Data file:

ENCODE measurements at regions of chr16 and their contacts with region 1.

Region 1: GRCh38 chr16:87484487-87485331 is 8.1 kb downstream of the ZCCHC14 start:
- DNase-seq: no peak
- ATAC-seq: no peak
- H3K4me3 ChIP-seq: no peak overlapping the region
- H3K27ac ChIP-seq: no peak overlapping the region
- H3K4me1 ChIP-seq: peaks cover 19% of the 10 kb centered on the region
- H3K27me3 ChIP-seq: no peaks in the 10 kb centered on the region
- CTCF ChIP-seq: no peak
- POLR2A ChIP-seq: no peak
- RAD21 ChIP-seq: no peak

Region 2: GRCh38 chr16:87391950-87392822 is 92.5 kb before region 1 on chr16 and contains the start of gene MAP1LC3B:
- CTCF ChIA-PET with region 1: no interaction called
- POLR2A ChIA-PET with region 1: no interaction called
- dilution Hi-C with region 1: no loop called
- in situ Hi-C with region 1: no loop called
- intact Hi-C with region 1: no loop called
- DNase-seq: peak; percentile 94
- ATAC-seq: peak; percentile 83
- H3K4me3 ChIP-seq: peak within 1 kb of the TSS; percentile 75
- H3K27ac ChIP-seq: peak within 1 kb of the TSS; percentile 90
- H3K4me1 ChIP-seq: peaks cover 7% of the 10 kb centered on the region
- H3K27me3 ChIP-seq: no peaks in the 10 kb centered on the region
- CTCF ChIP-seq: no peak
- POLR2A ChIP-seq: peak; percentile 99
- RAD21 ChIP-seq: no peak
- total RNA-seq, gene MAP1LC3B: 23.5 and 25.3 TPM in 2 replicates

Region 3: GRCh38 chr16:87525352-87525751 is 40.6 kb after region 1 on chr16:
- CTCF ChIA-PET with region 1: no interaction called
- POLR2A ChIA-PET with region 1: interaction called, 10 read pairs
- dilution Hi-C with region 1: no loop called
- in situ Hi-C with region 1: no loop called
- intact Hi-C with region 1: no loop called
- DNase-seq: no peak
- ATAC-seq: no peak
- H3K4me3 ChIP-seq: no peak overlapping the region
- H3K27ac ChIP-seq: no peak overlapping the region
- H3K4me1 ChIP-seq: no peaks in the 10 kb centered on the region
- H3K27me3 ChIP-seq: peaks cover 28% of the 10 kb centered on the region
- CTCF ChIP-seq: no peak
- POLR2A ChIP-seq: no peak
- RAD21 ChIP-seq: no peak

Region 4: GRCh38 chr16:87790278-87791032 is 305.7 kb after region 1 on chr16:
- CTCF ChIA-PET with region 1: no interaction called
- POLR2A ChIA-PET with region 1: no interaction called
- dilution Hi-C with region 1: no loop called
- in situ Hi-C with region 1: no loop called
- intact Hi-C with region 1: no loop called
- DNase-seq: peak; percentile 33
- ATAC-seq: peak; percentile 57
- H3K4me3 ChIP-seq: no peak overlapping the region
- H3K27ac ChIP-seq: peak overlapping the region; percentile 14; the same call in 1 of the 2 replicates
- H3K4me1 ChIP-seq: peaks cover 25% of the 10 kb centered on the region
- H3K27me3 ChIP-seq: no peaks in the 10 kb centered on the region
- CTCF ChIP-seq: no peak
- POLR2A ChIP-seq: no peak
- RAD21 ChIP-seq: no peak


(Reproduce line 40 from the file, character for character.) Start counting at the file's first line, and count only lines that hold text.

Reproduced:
- CTCF ChIP-seq: no peak